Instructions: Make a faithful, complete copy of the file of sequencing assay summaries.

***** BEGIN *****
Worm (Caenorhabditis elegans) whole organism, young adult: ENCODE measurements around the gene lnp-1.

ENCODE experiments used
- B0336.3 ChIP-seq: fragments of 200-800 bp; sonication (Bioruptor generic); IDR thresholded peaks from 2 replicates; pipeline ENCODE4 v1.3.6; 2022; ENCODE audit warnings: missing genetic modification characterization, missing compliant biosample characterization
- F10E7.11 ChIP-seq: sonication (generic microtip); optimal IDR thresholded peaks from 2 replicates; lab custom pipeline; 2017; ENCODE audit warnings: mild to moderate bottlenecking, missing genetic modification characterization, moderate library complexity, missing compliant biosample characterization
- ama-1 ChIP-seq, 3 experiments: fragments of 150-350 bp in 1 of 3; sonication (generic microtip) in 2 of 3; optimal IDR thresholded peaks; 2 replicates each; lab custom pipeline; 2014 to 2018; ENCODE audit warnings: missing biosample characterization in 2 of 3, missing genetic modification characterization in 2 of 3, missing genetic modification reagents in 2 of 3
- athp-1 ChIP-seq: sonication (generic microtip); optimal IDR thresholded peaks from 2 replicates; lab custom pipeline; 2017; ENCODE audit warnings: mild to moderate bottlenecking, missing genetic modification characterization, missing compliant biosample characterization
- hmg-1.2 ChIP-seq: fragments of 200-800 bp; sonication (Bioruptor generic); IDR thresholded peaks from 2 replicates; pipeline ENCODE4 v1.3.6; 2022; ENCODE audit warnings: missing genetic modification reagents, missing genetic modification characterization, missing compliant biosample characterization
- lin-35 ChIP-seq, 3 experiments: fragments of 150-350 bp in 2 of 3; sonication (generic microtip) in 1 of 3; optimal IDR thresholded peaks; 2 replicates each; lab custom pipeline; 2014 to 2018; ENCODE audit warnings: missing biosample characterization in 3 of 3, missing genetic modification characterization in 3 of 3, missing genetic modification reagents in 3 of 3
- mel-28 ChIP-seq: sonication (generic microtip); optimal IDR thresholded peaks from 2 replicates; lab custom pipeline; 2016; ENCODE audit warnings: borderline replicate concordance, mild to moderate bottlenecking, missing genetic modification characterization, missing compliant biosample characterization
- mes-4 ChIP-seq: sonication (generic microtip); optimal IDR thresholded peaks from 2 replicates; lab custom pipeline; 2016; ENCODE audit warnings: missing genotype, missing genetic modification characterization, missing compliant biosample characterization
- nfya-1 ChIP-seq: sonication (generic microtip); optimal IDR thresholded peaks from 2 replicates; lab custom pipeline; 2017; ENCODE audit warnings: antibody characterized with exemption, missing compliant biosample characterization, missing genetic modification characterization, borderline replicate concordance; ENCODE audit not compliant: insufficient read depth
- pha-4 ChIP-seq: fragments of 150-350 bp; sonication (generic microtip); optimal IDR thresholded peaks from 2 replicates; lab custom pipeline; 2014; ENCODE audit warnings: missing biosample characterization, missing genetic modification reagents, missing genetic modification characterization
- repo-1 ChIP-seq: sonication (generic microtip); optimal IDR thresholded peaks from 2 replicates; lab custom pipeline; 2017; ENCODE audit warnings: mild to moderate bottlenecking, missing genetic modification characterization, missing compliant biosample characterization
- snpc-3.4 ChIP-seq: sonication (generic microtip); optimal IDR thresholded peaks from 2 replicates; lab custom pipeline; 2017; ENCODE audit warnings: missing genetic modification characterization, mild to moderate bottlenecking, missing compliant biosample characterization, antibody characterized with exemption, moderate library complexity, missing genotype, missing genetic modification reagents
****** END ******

Worm (Caenorhabditis elegans) whole organism, young adult: ENCODE measurements around the gene lnp-1.

ENCODE experiments used
- B0336.3 ChIP-seq: fragments of 200-800 bp; sonication (Bioruptor generic); IDR thresholded peaks from 2 replicates; pipeline ENCODE4 v1.3.6; 2022; ENCODE audit warnings: missing genetic modification characterization, missing compliant biosample characterization
- F10E7.11 ChIP-seq: sonication (generic microtip); optimal IDR thresholded peaks from 2 replicates; lab custom pipeline; 2017; ENCODE audit warnings: mild to moderate bottlenecking, missing genetic modification characterization, moderate library complexity, missing compliant biosample characterization
- ama-1 ChIP-seq, 3 experiments: fragments of 150-350 bp in 1 of 3; sonication (generic microtip) in 2 of 3; optimal IDR thresholded peaks; 2 replicates each; lab custom pipeline; 2014 to 2018; ENCODE audit warnings: missing biosample characterization in 2 of 3, missing genetic modification characterization in 2 of 3, missing genetic modification reagents in 2 of 3
- athp-1 ChIP-seq: sonication (generic microtip); optimal IDR thresholded peaks from 2 replicates; lab custom pipeline; 2017; ENCODE audit warnings: mild to moderate bottlenecking, missing genetic modification characterization, missing compliant biosample characterization
- hmg-1.2 ChIP-seq: fragments of 200-800 bp; sonication (Bioruptor generic); IDR thresholded peaks from 2 replicates; pipeline ENCODE4 v1.3.6; 2022; ENCODE audit warnings: missing genetic modification reagents, missing genetic modification characterization, missing compliant biosample characterization
- lin-35 ChIP-seq, 3 experiments: fragments of 150-350 bp in 2 of 3; sonication (generic microtip) in 1 of 3; optimal IDR thresholded peaks; 2 replicates each; lab custom pipeline; 2014 to 2018; ENCODE audit warnings: missing biosample characterization in 3 of 3, missing genetic modification characterization in 3 of 3, missing genetic modification reagents in 3 of 3
- mel-28 ChIP-seq: sonication (generic microtip); optimal IDR thresholded peaks from 2 replicates; lab custom pipeline; 2016; ENCODE audit warnings: borderline replicate concordance, mild to moderate bottlenecking, missing genetic modification characterization, missing compliant biosample characterization
- mes-4 ChIP-seq: sonication (generic microtip); optimal IDR thresholded peaks from 2 replicates; lab custom pipeline; 2016; ENCODE audit warnings: missing genotype, missing genetic modification characterization, missing compliant biosample characterization
- nfya-1 ChIP-seq: sonication (generic microtip); optimal IDR thresholded peaks from 2 replicates; lab custom pipeline; 2017; ENCODE audit warnings: antibody characterized with exemption, missing compliant biosample characterization, missing genetic modification characterization, borderline replicate concordance; ENCODE audit not compliant: insufficient read depth
- pha-4 ChIP-seq: fragments of 150-350 bp; sonication (generic microtip); optimal IDR thresholded peaks from 2 replicates; lab custom pipeline; 2014; ENCODE audit warnings: missing biosample characterization, missing genetic modification reagents, missing genetic modification characterization
- repo-1 ChIP-seq: sonication (generic microtip); optimal IDR thresholded peaks from 2 replicates; lab custom pipeline; 2017; ENCODE audit warnings: mild to moderate bottlenecking, missing genetic modification characterization, missing compliant biosample characterization
- snpc-3.4 ChIP-seq: sonication (generic microtip); optimal IDR thresholded peaks from 2 replicates; lab custom pipeline; 2017; ENCODE audit warnings: missing genetic modification characterization, mild to moderate bottlenecking, missing compliant biosample characterization, antibody characterized with exemption, moderate library complexity, missing genotype, missing genetic modification reagents